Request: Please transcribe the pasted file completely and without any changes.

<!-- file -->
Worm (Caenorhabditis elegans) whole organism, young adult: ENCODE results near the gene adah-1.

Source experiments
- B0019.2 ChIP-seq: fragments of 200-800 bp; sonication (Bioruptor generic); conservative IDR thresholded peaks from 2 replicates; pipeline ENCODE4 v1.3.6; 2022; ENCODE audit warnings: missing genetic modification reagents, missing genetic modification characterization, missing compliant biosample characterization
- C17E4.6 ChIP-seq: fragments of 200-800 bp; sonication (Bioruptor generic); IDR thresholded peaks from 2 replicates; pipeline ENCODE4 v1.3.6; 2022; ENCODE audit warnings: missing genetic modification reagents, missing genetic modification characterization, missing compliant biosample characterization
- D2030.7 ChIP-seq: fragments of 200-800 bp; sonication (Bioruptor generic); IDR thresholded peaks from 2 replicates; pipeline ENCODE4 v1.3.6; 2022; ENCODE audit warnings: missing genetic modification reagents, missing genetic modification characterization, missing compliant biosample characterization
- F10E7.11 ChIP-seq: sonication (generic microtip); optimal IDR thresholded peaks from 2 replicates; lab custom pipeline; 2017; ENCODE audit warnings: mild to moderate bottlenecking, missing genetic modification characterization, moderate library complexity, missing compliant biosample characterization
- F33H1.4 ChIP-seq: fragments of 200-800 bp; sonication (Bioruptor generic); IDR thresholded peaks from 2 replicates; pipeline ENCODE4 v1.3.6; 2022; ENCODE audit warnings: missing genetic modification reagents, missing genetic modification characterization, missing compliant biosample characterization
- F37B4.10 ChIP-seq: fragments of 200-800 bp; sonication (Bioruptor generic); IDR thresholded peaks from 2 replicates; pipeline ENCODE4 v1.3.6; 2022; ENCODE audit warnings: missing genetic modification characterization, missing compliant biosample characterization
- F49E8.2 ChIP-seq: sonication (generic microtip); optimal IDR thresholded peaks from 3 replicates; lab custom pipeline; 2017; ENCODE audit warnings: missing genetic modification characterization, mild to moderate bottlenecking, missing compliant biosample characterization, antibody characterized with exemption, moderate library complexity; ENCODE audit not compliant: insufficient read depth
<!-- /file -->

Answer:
Worm (Caenorhabditis elegans) whole organism, young adult: ENCODE results near the gene adah-1.

Source experiments
- B0019.2 ChIP-seq: fragments of 200-800 bp; sonication (Bioruptor generic); conservative IDR thresholded peaks from 2 replicates; pipeline ENCODE4 v1.3.6; 2022; ENCODE audit warnings: missing genetic modification reagents, missing genetic modification characterization, missing compliant biosample characterization
- C17E4.6 ChIP-seq: fragments of 200-800 bp; sonication (Bioruptor generic); IDR thresholded peaks from 2 replicates; pipeline ENCODE4 v1.3.6; 2022; ENCODE audit warnings: missing genetic modification reagents, missing genetic modification characterization, missing compliant biosample characterization
- D2030.7 ChIP-seq: fragments of 200-800 bp; sonication (Bioruptor generic); IDR thresholded peaks from 2 replicates; pipeline ENCODE4 v1.3.6; 2022; ENCODE audit warnings: missing genetic modification reagents, missing genetic modification characterization, missing compliant biosample characterization
- F10E7.11 ChIP-seq: sonication (generic microtip); optimal IDR thresholded peaks from 2 replicates; lab custom pipeline; 2017; ENCODE audit warnings: mild to moderate bottlenecking, missing genetic modification characterization, moderate library complexity, missing compliant biosample characterization
- F33H1.4 ChIP-seq: fragments of 200-800 bp; sonication (Bioruptor generic); IDR thresholded peaks from 2 replicates; pipeline ENCODE4 v1.3.6; 2022; ENCODE audit warnings: missing genetic modification reagents, missing genetic modification characterization, missing compliant biosample characterization
- F37B4.10 ChIP-seq: fragments of 200-800 bp; sonication (Bioruptor generic); IDR thresholded peaks from 2 replicates; pipeline ENCODE4 v1.3.6; 2022; ENCODE audit warnings: missing genetic modification characterization, missing compliant biosample characterization
- F49E8.2 ChIP-seq: sonication (generic microtip); optimal IDR thresholded peaks from 3 replicates; lab custom pipeline; 2017; ENCODE audit warnings: missing genetic modification characterization, mild to moderate bottlenecking, missing compliant biosample characterization, antibody characterized with exemption, moderate library complexity; ENCODE audit not compliant: insufficient read depth